Oct 1, 2011
(Vol. 31, No. 17)
Advertorial: Roche Applied Science
Over 50 Years of Innovative Excellence!--h2>
Roche Applied Science, a business area of Hoffmann-La Roche, develops and produces innovative tools for the life science research market and for industrial use. During the last 15 years, the company shifted from only providing biochemical reagents and kits to also manufacturing analytical instrument systems for sample preparation, real-time PCR, sequencing, arrays, and cell analytics.
The life science market is advancing quickly, and innovative products that meet the needs of researchers are the key to success. Roche Applied Science’s product lines are well positioned for a long-term future in the marketplace.
Some time ago, Roche acquired NimbleGen and 454 Life Sciences. Both companies complemented Applied Sciences’ workflows, especially for pharmaceutical research: DNA sequencing enables the user to identify content for arrays, qPCR can be used to validate results out of array analyses. Another workflow example is NimbleGen’s sequence capture arrays enriching genomic regions for subsequent DNA sequencing. The technologies of NimbleGen and 454 Life Sciences have contributed to Applied Science’s worldwide reputation as a provider of innovative world-class technology.
Another part of Roche Applied Science’s business is Biochemicals/Custom Biotech. Applied Science’s biochemical products have a loyal following in the research community. Roche is also regarded as a high-quality raw materials provider for the life sciences, diagnostics, and pharmaceutical industry. Traditional Applied Science products are benefiting greatly from marketing interactions with Custom Biotech, which is targeting the industrial customer segment, and vice versa.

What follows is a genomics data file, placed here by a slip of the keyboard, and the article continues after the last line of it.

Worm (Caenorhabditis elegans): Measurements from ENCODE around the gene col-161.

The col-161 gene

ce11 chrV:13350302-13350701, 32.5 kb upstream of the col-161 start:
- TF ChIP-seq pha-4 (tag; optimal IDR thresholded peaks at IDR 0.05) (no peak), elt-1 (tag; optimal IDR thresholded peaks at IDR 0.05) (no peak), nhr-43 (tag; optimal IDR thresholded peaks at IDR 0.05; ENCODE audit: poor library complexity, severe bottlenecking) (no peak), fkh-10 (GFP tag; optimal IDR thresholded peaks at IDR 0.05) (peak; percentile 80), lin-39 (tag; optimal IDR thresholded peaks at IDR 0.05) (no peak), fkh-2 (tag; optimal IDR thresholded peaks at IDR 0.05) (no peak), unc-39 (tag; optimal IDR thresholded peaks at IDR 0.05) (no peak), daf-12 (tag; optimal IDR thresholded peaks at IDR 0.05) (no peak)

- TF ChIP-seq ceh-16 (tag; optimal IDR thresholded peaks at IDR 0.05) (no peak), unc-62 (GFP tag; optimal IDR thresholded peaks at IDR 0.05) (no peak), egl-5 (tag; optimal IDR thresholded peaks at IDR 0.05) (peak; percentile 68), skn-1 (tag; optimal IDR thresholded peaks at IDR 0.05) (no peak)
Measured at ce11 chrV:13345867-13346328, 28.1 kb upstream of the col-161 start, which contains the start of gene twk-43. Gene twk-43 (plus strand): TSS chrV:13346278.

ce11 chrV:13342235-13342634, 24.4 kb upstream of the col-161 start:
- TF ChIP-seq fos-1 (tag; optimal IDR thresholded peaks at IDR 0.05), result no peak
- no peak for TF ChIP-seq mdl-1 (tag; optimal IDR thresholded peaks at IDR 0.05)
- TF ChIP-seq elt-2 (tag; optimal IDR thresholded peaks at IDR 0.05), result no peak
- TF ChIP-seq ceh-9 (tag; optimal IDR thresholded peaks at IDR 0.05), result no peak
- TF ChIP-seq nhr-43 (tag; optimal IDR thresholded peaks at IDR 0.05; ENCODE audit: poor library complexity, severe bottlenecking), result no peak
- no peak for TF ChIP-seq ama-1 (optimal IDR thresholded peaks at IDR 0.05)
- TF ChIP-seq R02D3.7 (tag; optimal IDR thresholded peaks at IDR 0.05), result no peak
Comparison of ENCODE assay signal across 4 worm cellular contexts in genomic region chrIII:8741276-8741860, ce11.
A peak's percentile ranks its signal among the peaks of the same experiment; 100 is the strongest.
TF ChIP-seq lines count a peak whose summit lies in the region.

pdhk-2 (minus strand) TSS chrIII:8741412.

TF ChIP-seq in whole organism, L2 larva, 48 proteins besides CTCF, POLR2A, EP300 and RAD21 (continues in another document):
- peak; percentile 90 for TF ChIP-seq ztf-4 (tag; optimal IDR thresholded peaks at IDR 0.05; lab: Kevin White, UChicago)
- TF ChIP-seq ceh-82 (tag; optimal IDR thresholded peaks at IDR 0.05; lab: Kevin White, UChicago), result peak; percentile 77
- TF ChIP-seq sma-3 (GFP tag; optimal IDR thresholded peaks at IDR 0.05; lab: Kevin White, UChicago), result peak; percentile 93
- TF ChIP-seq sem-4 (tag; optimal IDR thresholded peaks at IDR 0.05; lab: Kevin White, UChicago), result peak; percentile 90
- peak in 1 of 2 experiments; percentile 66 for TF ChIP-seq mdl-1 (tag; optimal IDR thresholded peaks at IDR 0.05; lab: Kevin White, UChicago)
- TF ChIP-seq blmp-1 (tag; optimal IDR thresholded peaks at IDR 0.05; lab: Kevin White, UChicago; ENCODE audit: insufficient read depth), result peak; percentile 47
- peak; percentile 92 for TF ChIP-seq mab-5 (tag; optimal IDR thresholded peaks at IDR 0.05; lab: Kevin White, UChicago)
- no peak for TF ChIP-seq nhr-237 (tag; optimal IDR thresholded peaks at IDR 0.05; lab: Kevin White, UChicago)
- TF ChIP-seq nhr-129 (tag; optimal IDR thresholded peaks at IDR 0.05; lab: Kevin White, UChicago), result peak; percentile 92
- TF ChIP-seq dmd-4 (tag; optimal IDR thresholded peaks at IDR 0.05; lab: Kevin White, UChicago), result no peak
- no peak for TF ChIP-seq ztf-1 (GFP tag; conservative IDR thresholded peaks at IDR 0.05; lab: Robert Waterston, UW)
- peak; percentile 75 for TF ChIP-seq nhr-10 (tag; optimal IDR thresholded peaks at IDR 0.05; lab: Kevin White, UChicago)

Nucleic acid purification and PCR instrumentation is also an important pillar of Applied Science, in which innovation will be the key to success. The recent on-time launch of the ultracompact LightCycler Nano Instrument was a magnificent accomplishment. First signals from the market are very promising. Another example is the MagNA Pure 96 System for automated high-throughput sample preparation, which had been launched for IVD at the end of 2011.
Roche Applied Sciences youngest product line is cellular analytics, fitting perfectly with the demands of the important Pharma R&D market. The instruments really make a difference, e.g., the new xCELLigence Cardio Instrument for 96-well plates. For the first time, it is possible to measure cardiac cell beating and proarrhythmic risk using a 12.5 millisecond acquisition rate. The impedance-sensor technology is finding increased acceptance for label-free cell monitoring.
The heart of the technology of the xCELLigence system is a microelectronic biosensor, which is built into each well of the tissue culture E-Plates. A cell that has contact with the sensor changes the electrical impedance between the microelectrodes. Each change in the cell’s status—for example, changes in cell adhesion, cytotoxicity, cell proliferation, cell-cell interactions, and morphological changes—leads to changes in the impedance measurements and can therefore be easily and quickly detected in real time. Labeling of the cells, which can induce nonphysiological changes in the cells, is not necessary.
This technology has a number of advantages in comparison to conventional systems. It is suitable for uninterrupted monitoring of processes in living cells and for monitoring real-time kinetics. The system supplies a densely concentrated stream of information and shows excellent sensitivity and reproducibility when monitoring the overall cell population of a cell culture.